Jan 20, 2023 Puʻuwaʻawaʻa, HI (map)
11.4cm f/4 Newtonian, Kinipōpō @ 18x
Seeing: 7 Transparency: 7 Moon: 0%
Bright and obvious but notably fainter than the nearby M81, 10'x 5' elongated northeast to southwest, a modest nucleus surrounded by a ghostly halo, M81 visible ½° south, the view nicely matches the 1774 description of Johann Bode using the little RFT
Dec 29, 2019 Kaʻohe, Mauna Kea, HI (map)
46cm f/4.5 Newtonian, Deep Violet @ 175x
Seeing: 6 Transparency: 7 Moon: 0%
Large, bright, elongated 10' x' 3' east-west, a bright entral region with dark mottling, no obvious core
Oct 22, 2006 TIMPA, Avra Valley, AZ (map)
12x36 Canon Image Stabilized Binoculars
Much dimmer than M81, small, nondescript hazy patch 40' north of M81
Apr 29, 2006 TIMPA, Avra Valley, AZ (map)
46cm f/4.5 Deep Violet
Very large! Very bright! a mottled cigar shaped galaxy elongated 6:1 E-W. A lot of detail in the halo with large brighter regions, no obvious core or nucleus.
Jun 12, 1999 Pinal Peak, AZ (map)
20cm f/10 SCT
Extended east-west, brighter to center, reasonably bright, no other structure
Rev. T.W. Webb
May 19, 1885 Hardwick, Herefordshire, England (map)
Two neb. ½° apart[M81 and M82]; 81 bright, with vivid nucleus, finely grouped with small stars, two of which are projected upon the haze, to which h. gives nearly 15' of length. Two little pairs sp, making the field very interesting. The nearer is Σ1387: 9.5, 9.5: 269°.6: 8".9; the further is Σ1386: 8.2: 8.2: 296°: 2". 82 (Bode's neb.), curious narrow curved ray. D'A., 7' x100", two nuclei, and sparkling as if resolvable, which 81 is not. Huggins finds both spectra continuous, but deficient at the red end, like the Androm. neb., etc. L.P., spiral; spect. one absorption and two bright lines.
― Celestial Objects for Common Telescopes, T. W. Webb, 1917
Sep 30, 1802 Observatory House, Slough (map)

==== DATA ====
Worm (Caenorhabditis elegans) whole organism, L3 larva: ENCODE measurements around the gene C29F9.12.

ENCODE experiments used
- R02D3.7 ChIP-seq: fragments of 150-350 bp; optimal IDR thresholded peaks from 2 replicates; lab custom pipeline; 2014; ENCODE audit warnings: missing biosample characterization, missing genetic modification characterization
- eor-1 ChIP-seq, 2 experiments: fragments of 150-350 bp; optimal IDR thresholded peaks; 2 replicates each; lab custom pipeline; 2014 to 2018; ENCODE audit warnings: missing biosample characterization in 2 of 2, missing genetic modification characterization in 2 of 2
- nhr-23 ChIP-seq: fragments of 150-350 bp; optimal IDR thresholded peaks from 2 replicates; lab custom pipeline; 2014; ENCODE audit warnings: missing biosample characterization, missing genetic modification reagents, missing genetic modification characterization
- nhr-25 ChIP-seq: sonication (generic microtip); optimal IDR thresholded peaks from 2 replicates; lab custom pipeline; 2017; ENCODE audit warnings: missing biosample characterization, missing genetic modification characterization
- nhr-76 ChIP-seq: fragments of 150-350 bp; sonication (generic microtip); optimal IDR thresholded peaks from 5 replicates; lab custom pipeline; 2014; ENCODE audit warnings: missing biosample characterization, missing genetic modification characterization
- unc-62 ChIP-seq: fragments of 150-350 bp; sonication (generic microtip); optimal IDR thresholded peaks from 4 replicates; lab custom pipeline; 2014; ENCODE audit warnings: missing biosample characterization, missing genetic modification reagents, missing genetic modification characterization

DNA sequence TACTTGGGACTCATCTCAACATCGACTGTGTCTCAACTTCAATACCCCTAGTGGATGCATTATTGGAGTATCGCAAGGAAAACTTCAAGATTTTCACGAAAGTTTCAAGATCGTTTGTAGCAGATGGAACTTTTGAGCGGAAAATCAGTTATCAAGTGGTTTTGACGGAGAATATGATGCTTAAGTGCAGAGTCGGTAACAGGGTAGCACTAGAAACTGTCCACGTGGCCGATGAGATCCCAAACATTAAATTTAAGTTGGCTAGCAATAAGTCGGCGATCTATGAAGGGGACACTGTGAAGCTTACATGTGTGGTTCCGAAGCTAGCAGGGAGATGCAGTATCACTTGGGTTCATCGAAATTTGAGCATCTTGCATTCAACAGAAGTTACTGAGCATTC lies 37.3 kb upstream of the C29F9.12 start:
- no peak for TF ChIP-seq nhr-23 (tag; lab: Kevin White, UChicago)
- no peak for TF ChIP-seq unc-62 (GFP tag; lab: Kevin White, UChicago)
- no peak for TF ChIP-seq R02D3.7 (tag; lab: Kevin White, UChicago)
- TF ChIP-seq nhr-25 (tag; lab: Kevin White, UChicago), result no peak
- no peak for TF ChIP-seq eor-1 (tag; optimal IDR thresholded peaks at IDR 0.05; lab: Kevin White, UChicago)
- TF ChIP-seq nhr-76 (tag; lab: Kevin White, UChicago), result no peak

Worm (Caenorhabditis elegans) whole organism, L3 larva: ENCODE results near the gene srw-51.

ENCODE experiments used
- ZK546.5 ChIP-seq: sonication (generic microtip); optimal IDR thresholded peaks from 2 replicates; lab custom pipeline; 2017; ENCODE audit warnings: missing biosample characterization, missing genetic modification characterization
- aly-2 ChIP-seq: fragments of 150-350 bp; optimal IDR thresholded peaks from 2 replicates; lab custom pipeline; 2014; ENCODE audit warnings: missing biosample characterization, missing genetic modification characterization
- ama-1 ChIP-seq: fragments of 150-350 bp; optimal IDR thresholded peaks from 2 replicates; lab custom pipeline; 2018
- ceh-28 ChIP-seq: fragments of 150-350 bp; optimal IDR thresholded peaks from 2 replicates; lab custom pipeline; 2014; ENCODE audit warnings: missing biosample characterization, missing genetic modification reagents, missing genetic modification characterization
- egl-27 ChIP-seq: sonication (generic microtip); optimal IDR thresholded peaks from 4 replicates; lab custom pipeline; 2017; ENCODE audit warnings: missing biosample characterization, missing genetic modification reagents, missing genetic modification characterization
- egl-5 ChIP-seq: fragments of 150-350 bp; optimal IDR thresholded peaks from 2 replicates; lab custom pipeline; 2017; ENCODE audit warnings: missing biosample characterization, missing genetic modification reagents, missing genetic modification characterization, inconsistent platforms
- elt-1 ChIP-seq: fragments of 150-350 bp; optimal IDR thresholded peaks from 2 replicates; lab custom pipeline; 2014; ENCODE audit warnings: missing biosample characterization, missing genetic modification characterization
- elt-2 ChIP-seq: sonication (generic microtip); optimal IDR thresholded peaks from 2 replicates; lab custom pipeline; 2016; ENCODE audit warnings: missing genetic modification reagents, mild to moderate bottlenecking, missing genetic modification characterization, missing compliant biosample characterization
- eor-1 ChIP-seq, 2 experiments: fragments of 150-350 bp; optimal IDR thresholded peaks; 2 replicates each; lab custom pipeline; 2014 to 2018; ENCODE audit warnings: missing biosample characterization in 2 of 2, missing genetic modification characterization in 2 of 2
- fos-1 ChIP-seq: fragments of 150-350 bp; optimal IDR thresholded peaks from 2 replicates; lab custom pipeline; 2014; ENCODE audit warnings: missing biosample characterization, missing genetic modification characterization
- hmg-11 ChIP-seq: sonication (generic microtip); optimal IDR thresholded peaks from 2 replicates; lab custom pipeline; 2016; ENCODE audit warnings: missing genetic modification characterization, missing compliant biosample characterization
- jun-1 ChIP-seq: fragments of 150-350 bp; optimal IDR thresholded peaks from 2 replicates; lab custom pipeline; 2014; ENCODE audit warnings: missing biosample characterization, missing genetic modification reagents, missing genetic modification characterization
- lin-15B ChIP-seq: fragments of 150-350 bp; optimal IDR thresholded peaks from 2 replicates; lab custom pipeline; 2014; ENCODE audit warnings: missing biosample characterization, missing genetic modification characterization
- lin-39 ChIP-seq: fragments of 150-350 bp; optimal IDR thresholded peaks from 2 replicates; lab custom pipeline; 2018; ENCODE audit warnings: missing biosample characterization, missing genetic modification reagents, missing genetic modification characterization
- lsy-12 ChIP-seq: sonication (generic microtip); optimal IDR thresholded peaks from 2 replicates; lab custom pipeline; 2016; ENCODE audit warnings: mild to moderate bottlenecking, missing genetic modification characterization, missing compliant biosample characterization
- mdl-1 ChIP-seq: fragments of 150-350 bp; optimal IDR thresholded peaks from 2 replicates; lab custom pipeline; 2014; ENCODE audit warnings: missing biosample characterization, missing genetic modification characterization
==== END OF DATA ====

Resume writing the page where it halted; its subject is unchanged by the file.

A very bright, beautiful ray of light, about 8' long, 2' broad; brightest in the middle of all its lengths. Follows 27 Ursae 14m 12s, and is 2° 27' south of that star.
Jan 6, 1780
Nebula without star, near the preceding [M81]; both are appearing in the same field of the telescope, this one is less distinct than the preceding; its light faint & elongated: at its extremity is a telescopic star. Seen at Berlin, by M. Bode, on December 31, 1774, & by M. Méchain in the month August 1779.
― Connaissance des Temps, 1781
Johann Elert Bode
Dec 31, 1774 Berlin Observatory, Germany (map)
On December 31, 1774, I found through the seven-foot telescope, closely above the head of UMa, east near the star d at its ear, two small nebulous patches separated by about 0.75 degrees, the positions of which relative to the neighbored small stars are shown in the tenth figure. The patch Alpha (M81) appears mostly round and has a dense nucleus in the middle. The other, Beta, on the other hand, is very pale and of elongated shape. I could determine the separation of Alpha to d as 2°7', to Rho as 5°2' and to 2 Sigma as 4°32' with some acuracy; Beta was too faint and disappeared from my eyes as soon as I shifted apart the halves of the objective glass.
2 objects found within 120'
Drawings, descriptions, and CCD photos are copyright Andrew Cooper unless otherwise noted, no usage without permission.
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